Sadek and his friend Ali Abouzeid pictured in their school uniforms in March 2012. Because of the protests, it was often unsafe for students to attend school. Photo provided by Paulo Sadek.
Sadek and his friend Ali Abouzeid pictured in their school uniforms in March 2012. Because of the protests, it was often unsafe for students to attend school. Photo provided by Paulo Sadek.

A new beginning

After President Mubarak stepped down in February 2011, the military took over for a year until new presidential elections could be held.

“After they removed Mubarak, 30 thousand people wanted to be president,” Sadek said.

After the Supreme Presidential Electoral Commission (SPEC) reviewed the candidates’ qualifications, a shorter list of approved candidates emerged.

“In the end there were two: Morsi and Ahmed Shafik,” Sadek said. “[The vote] was half and half, 51 percent for Morsi and 49 percent for Ahmed Shafik. My parents elected Ahmed Shafik because the Muslim Brotherhood does a lot of terrorism.”

Egyptians, however, soon became dissatisfied with Morsi’s rule.

“He was nice for the first two weeks, but we didn’t trust the Muslim Brotherhood, so we knew he was going to ruin the country– but we didn’t expect what he did,” Sadek said. “They [the Muslim Brotherhood] took all the money, they cut the electricity and the water and there wasn’t enough fuel. [Morsi] used to take the fuel and give it to the Muslim Brotherhood.”

Starting over

Angered by Morsi’s policies, Egyptian citizens began demonstrating in November 2012. These continued all the way to June 30, 2013, the one-year anniversary of Morsi’s election, when tens of thousands of people gathered in as many as 18 locations across Cairo and in other cities to protest.

“There were 30 or 40 million people in the streets,” Sadek said. “Nobody liked Morsi, and if I was in Egypt for the 30 June Revolution, I would have protested. I was kind of sad that I left. All my friends were in the street and everyone was protesting.”

On July 3, Gen. Abdel Fattah El-Sisi lead a coup d’état to depose Morsi. Judge Adly Mansour was then sworn in as interim president on July 4.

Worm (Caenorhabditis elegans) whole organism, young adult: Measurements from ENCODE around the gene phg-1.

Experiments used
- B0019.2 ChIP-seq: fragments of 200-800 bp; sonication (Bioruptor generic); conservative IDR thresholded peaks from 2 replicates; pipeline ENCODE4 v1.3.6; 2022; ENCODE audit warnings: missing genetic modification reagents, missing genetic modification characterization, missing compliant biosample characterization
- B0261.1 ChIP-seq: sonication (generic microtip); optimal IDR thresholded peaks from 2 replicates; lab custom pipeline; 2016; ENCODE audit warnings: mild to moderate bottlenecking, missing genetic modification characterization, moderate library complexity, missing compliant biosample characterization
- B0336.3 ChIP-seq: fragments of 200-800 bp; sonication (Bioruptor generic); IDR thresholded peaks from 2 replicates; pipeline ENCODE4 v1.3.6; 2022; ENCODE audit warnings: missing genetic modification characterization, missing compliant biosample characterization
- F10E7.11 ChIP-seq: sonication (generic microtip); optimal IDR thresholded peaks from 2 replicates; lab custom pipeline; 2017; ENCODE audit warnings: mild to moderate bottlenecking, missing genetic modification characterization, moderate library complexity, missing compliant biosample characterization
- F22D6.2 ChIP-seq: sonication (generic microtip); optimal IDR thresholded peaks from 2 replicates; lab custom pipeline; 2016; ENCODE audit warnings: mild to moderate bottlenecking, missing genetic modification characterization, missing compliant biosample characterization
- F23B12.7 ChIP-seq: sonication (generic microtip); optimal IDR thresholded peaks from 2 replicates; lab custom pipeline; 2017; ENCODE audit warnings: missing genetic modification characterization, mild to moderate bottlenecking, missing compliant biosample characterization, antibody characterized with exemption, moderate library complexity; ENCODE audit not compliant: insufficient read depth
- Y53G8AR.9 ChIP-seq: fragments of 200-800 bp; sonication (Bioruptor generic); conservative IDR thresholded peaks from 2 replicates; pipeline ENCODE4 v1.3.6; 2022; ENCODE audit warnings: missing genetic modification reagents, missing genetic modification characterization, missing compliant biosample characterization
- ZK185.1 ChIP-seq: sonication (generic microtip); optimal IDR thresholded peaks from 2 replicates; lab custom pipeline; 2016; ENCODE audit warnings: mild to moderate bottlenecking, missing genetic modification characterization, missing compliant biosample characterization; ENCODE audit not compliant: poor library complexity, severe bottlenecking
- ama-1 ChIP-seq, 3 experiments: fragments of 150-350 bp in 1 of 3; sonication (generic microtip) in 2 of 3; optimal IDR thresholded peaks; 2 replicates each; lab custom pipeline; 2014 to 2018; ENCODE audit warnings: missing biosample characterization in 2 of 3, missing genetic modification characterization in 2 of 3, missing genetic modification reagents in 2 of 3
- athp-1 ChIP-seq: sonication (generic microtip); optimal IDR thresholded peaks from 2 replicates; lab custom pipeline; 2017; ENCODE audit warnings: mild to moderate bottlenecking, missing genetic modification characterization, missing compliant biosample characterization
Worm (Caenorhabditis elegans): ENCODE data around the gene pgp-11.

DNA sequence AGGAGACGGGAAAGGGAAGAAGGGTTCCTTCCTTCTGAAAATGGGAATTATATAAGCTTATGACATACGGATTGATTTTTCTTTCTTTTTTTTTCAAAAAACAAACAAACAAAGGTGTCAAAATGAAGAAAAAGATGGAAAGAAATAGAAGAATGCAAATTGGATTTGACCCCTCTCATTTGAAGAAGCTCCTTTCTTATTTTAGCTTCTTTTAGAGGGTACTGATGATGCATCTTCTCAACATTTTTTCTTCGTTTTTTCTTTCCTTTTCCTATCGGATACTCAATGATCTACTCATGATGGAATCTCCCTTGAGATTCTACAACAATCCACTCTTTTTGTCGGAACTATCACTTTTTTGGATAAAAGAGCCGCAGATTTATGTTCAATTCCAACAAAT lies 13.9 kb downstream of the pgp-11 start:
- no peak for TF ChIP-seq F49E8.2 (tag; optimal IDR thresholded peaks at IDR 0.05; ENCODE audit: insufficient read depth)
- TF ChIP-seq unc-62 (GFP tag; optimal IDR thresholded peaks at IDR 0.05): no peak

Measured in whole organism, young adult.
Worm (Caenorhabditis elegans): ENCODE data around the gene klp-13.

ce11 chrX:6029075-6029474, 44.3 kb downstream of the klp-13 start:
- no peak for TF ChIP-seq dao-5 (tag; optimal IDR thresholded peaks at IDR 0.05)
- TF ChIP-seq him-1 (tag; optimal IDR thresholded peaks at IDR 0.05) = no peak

Though Sadek is no longer in Egypt, many of his friends and relatives still live there, and he gets information from them. The biggest change that’s recently come about is the state of emergency, which  was declared on Aug. 14 following the expiration of the emergency law on May 31.

“The state of emergency says that from 9 p.m. to 5 a.m., no one can move in the streets,” Sadek said. “Everybody’s inside, and that’s really hard for us because Cairo’s active 24 hours, almost like New York.    The army is in all the streets. Regularly the street is really crowded, but you’ll only find four or five people moving in the street at 9 or 10 p.m.,” Sadek said.

Now violence is no longer as much of a concern, but other issues still discourage Sadek from returning to Egypt. The political turmoil took a heavy toll on the economy, and protesters damaged many public buildings, including the school Sadek attended.

“I want to visit, but not now. It takes years to be a good country after [a revolution]. Now, everybody is fighting. Every group wants something different in the constitution, and I don’t think it’s going to be right for seven, eight, 10 years,” Sadek said.

While Sadek will definitely visit Egypt in the future, he probably won’t move back.

“I can go back and forth [between Egypt and America], or if it’s really safe in Egypt, I could go live in my home country, but after 10 years, I will probably be American,” Sadek said.

– Emily Levinson (Feature Editor)